Skyline University Nigeria


Workload and Work behaviour

Studies have shown that workload is one of the crucial factors influencing work behaviour (Ingusci, Signore, Giancaspro, Manuti, Molino, Russo & Cortese, 2021; Ingusci, Spagnoli, Zito, Colombo & Cortese, 2019). These studies revealed that if the workload at the workplace is high the level of job commitment might be low.

Excessive workload has negative effects on work behaviour. There are studies that revealed that giving employees too many responsibilities have the potential of adversely affecting job performance (Salisu et al., 2015; Havdal et al., 2021). The study of Ingusci et al., (2021) indicated that excessive workloads for workers at the workplace are likely to reduce efficiency of workers in terms of productivity, service delivery and job satisfaction.

This implies that high workload could bring about reduced efficiency, low productivity and unsatisfactory job performance. In the same vein, when workers are given too much work to accomplish negative work behaviour could result such as reducing productivity and poor job performance (Uche et al., 2017; Salisu et al., 2015; Havdal et al., 2021).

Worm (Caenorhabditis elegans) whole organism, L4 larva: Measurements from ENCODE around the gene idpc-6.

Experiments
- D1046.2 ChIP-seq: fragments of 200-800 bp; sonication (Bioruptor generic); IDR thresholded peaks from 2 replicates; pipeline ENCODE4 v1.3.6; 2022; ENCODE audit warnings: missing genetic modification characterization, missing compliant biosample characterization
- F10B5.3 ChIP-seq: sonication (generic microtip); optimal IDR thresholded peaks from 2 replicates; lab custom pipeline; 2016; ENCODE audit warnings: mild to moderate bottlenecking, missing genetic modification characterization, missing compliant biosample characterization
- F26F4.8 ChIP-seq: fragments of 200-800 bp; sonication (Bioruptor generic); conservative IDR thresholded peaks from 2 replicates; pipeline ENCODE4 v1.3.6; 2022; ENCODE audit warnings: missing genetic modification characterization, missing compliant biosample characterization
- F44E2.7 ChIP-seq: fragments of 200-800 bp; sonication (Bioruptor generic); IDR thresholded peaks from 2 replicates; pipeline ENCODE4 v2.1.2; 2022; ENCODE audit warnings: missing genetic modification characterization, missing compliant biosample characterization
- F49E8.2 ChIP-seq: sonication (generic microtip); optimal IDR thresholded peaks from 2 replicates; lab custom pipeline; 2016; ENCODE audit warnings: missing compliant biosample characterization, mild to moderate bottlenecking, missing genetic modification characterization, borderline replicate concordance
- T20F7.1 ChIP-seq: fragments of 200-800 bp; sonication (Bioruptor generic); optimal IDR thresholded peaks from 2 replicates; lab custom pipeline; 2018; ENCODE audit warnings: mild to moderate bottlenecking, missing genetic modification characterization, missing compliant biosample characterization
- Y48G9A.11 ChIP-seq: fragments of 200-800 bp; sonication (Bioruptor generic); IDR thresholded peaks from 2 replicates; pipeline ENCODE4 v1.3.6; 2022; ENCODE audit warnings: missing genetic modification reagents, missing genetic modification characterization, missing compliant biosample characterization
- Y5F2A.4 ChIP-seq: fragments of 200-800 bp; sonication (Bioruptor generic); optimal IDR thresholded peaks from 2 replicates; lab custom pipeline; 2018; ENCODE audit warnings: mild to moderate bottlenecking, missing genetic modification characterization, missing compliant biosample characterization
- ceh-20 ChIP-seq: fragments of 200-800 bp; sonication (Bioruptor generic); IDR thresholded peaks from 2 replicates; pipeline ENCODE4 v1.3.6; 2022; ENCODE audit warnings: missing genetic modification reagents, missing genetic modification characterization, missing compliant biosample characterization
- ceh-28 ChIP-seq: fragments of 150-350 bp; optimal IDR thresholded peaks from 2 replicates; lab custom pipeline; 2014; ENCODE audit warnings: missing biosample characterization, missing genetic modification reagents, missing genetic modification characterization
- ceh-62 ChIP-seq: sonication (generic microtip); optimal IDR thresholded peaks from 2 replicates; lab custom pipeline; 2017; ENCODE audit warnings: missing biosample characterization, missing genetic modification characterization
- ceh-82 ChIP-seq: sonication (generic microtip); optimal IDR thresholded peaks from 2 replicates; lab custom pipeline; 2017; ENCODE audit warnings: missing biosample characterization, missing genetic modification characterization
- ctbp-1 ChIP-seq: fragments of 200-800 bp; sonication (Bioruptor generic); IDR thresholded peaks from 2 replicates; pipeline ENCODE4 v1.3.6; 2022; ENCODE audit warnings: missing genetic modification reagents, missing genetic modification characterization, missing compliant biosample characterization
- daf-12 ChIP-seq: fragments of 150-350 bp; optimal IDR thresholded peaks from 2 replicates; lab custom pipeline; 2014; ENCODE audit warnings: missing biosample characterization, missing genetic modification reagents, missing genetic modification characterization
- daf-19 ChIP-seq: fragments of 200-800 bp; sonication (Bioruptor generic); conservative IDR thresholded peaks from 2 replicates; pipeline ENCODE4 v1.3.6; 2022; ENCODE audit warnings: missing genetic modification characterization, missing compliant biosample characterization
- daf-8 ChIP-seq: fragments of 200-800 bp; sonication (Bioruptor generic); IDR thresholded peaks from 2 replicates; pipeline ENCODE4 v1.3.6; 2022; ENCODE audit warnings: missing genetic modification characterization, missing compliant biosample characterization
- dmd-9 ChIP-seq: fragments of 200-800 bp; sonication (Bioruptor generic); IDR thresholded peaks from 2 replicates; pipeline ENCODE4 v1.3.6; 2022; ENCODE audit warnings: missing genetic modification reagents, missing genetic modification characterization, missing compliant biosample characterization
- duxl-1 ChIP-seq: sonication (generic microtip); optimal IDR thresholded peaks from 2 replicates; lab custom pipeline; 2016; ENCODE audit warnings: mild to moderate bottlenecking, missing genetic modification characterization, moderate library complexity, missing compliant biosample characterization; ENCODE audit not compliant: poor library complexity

Specifically, the study of Salin and Notelaers (2020) revealed that workers who are exposed to excessive workload are likely to experience severe physical and psychological distress. This distress has adverse implications on work behaviour such as absenteeism and job performance. In this same line, the study of Ingusci et al., (2021) revealed that high workloads at the workplace leads to negative work behaviour and attitudes.

Workers who think that their organisations are giving them too much work beyond their capacity and outside agreed tasks to be accomplished without corresponding increase in rewards are more likely to display negative work attitudes and behaviours.

Some organisations employed few employees in order to maximise profit (Anasi, 2020; Ijie, Zhen & Korankye, 2021; Inegbedion, Inegbedion, Peter & Harry, 2020; Elaho & Odion, 2022). Workers that are given multi-tasks to complete beyond their physical and mental capacities are more likely to experience reduced job performance, low productivity, inefficiency and bad citizenship behaviour. It can be argued that excessive workloads at the workplace might lead to workplace deviant behaviour.


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Dr. Olumide Ajayi (Ph. D) is a Specialist in the study of Workplace Deviant Behaviour.